everis, UCL and PETRAS partner on new research project for central banks to enable token-based digital currencies | NTT DATA

Tue, 14 September 2021

everis, UCL and PETRAS partner on new research project for central banks to enable token-based digital currencies

everis, a consultancy that is part of the NTT DATA Group, will work with the British Standards Institution (BSI), Bank of England, University College London (UCL), and the University of Edinburgh on Project FIRE (Future Infrastructure for Retail Remittances).

Proposed by UCL and funded by The PETRAS National Centre of Excellence for IoT Systems Cybersecurity, the project aims to understand the devices and infrastructure required to enable the use of a token-based retail central bank digital currency (CBDC) that replicates certain key features of cash; accessibility, non-discrimination, privacy, and custodianship by the owner.

Today, consumers are increasingly depending on digital payments technology to interact with the economy. This has brought numerous benefits but has equally provided ideal conditions for profiling; consumers leave behind a digital trail linking to their habits and relationships. This has only been exacerbated throughout the Covid-19 pandemic, as cashless transactions have been accelerated due to the perception of physical danger from manually exchanging cash at brick-and-mortar stores. At the same time, the cost of maintaining an infrastructure to support cash is increasingly unjustifiable, as the variable revenues fall below the costs of maintaining that infrastructure. As a result, cash is quickly losing prominence among the set of payment options available to consumers.

Using part of the £3.6m PETRAS funding, various research universities in the UK have been tasked to create projects that facilitate engagement between research universities, the private sector, and the government, with hopes to create a new and efficient technology application within the digital payments system.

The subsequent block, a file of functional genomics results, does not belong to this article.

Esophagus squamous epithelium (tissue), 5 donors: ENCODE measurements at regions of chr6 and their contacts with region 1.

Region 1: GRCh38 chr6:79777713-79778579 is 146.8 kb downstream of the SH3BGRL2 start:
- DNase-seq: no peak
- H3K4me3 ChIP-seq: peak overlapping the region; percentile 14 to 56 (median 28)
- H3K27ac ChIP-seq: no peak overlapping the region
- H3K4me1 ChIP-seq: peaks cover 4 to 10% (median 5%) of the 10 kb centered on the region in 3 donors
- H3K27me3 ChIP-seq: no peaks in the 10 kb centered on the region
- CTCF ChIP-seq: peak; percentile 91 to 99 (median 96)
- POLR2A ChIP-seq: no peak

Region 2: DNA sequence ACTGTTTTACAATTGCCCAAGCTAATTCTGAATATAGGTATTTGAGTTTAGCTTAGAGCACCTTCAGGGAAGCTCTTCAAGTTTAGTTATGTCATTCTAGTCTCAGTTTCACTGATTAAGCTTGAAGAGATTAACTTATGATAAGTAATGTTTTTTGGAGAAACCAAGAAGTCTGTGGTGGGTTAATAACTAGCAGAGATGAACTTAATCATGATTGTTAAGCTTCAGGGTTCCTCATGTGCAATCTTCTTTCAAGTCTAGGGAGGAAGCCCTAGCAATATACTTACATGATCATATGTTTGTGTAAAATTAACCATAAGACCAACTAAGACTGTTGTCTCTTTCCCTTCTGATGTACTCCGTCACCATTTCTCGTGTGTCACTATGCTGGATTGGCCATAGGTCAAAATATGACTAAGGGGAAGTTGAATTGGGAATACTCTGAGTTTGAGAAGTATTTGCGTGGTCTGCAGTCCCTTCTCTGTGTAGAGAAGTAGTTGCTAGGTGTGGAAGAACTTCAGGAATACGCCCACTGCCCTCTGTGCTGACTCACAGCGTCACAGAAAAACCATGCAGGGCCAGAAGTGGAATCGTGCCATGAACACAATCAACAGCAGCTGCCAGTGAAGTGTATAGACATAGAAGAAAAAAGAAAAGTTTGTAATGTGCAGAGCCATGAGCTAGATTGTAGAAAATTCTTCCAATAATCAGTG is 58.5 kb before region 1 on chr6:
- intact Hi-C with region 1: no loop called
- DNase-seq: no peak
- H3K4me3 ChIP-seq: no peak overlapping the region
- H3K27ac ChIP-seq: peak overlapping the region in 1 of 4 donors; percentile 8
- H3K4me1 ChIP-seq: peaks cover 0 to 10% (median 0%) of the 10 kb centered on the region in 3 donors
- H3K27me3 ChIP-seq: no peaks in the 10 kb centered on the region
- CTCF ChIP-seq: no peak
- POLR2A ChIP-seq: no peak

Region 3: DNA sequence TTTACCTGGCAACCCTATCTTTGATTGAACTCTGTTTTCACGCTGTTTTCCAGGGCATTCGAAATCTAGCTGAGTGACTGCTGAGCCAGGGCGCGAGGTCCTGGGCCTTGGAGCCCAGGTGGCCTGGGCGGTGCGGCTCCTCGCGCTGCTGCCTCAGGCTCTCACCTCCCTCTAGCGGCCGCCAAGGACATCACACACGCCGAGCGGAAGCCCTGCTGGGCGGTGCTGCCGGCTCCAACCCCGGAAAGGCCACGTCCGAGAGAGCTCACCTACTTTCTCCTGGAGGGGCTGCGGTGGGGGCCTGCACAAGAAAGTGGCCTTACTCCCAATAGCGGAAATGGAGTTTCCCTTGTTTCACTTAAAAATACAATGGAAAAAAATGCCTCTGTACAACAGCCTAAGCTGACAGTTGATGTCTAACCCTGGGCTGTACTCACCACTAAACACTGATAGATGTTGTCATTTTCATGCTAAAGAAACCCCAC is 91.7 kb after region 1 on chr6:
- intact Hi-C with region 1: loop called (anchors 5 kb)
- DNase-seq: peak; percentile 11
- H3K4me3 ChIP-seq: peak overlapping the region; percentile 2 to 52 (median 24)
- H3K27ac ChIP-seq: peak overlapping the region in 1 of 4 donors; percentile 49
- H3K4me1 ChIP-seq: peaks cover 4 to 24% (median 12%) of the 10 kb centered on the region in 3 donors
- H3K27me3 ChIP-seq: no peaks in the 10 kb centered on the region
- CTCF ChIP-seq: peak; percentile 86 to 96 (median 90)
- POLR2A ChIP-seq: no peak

In this case, Project FIRE aims to conduct research on the requirements to create a viable token-based CBDC that replicates some of the features of cash, evaluating the compulsory specific technical infrastructure and design requirements. If successful, the project will provide thought-leadership in the space, with insight from key partners who will be central in designing the future forms of digital money in the UK.

Jorge Lesmes, Global Head of Blockchain Banking Practice at everis, an NTT DATA Company said, “As the payments industry navigates its most radical overhaul in recent times and converges with the creation of innovative and digitally-native assets such as CBDCs, projects such as FIRE are crucial. They provide an opportunity to align potential regulatory requirements imposed by central banks with the needs of our FS clients who will ultimately put the tools to use these new forms of payments in the hands of their customers.”

Geoffrey Goodell, Research Associate at UCL added, “Modern digital payments provide a way to efficiently conduct transactions at a distance, and they have great potential to streamline electronic record-keeping and regulatory compliance. At the same time, they also introduce new threats to privacy, accessibility, and fairness for consumers, as well as new risks to monetary sovereignty and national security for governments. By offering consumers a way to directly hold tokens representing obligations of the central bank on inexpensive devices, non-custodial digital currency offers a chance to realise the benefits without incurring the harms. Through the FIRE project, we shall explore how consumers and businesses will interact with non-custodial digital currency, including the devices, the processes, and the interfaces to existing financial infrastructure and services.”

Tim McGarr, Sector Lead for Digital at BSI, commented, “BSI has extensive experience of developing standards to support emerging technologies, including in Blockchain and for Financial Services. Techniques to allow ordinary citizens to hold digital assets outside the context of accounts are still in their nascent stages, and we anticipate that this project will allow us to engage a variety of industry and government stakeholders in an evaluation of the requirements and constraints facing future retail payment technology. BSI is a natural convenor of the multi-stakeholder process that will define the technical foundations of a technology that will have tremendous implications for business and public policy in the coming decade, and with it help to grow the important UK Financial Sector.”

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